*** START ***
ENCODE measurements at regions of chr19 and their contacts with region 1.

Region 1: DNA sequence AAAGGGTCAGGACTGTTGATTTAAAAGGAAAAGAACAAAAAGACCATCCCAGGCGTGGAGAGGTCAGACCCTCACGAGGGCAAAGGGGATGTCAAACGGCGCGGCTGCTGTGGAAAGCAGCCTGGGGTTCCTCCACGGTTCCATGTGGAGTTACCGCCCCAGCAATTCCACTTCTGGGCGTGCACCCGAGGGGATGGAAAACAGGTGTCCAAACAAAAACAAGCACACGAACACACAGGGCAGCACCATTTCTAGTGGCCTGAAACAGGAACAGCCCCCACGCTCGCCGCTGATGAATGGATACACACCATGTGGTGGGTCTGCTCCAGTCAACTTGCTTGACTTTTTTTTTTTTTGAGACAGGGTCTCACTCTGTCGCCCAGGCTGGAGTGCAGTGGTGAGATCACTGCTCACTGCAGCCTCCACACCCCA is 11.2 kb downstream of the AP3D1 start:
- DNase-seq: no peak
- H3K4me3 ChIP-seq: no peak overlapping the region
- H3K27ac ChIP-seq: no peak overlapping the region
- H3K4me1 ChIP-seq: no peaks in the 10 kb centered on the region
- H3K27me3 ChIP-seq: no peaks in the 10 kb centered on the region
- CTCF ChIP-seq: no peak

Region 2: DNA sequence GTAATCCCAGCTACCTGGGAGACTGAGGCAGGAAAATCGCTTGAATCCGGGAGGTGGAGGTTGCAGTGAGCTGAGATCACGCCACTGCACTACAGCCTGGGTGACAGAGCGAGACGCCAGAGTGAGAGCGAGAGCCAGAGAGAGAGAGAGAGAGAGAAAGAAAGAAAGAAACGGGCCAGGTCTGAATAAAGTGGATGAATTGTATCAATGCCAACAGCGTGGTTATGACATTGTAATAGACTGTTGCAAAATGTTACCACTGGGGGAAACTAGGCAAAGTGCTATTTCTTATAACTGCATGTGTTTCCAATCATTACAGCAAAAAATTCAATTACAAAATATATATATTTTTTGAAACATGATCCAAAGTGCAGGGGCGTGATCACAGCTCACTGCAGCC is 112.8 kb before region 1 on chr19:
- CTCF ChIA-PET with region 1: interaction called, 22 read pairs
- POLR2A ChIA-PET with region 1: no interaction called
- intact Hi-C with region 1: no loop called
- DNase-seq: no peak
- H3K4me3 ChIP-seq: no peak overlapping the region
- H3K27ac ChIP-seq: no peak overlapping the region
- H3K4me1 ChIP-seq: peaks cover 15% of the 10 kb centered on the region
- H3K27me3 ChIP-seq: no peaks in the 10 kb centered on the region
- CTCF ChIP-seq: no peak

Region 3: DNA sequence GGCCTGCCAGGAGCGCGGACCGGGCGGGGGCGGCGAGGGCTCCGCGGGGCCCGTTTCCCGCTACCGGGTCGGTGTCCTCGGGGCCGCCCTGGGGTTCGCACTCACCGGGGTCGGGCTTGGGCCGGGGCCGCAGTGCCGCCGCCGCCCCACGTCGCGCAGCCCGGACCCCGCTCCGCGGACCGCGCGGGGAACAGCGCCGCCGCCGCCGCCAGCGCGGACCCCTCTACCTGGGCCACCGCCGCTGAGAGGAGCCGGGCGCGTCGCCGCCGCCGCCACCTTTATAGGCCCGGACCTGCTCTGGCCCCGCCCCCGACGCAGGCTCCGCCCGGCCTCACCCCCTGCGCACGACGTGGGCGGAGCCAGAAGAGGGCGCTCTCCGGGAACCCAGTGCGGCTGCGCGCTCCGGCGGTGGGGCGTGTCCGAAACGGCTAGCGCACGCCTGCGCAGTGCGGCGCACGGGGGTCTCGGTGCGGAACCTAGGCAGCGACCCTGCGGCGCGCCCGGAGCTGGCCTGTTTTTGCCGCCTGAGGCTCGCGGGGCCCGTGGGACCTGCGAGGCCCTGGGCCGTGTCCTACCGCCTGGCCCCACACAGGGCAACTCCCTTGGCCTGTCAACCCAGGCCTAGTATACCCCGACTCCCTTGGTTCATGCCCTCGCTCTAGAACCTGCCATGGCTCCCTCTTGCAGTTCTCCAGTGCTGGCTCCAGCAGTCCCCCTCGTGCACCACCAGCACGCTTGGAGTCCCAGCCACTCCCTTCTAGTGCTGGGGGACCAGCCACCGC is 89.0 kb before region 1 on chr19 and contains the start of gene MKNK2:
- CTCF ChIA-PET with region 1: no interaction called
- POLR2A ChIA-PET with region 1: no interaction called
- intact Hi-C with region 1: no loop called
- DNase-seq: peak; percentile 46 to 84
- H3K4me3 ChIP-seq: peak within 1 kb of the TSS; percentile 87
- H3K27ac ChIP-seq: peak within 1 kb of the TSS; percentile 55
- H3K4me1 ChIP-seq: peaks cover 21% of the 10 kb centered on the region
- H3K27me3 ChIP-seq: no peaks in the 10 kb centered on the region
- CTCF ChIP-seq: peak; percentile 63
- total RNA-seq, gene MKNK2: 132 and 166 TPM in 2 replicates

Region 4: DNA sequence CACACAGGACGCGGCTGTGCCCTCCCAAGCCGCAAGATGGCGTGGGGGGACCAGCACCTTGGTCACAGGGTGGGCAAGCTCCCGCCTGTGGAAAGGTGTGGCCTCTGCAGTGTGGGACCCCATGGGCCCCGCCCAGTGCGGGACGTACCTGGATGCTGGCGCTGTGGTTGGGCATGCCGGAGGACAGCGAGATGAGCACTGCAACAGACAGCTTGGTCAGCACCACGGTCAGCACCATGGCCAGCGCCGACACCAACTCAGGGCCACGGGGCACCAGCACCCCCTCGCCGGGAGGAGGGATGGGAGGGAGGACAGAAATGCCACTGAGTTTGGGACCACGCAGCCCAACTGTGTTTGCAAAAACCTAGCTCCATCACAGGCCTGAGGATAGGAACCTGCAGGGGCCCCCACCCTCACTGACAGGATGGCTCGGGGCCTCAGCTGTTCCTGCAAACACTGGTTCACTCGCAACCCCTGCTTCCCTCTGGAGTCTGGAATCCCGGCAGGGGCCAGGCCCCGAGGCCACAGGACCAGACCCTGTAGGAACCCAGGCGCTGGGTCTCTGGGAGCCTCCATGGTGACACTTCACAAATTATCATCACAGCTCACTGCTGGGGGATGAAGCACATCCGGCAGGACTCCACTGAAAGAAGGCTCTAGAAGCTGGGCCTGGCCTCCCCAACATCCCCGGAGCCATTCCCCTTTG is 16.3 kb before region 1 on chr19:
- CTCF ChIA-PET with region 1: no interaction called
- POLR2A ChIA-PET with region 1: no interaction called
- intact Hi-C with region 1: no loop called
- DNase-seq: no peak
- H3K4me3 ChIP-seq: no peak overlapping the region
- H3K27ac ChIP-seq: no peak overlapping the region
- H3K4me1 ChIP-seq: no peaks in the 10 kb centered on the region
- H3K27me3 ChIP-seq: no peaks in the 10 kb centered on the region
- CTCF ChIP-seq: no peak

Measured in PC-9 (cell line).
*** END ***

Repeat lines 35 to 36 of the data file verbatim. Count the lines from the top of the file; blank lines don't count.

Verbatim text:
- H3K4me3 ChIP-seq: no peak overlapping the region
- H3K27ac ChIP-seq: no peak overlapping the region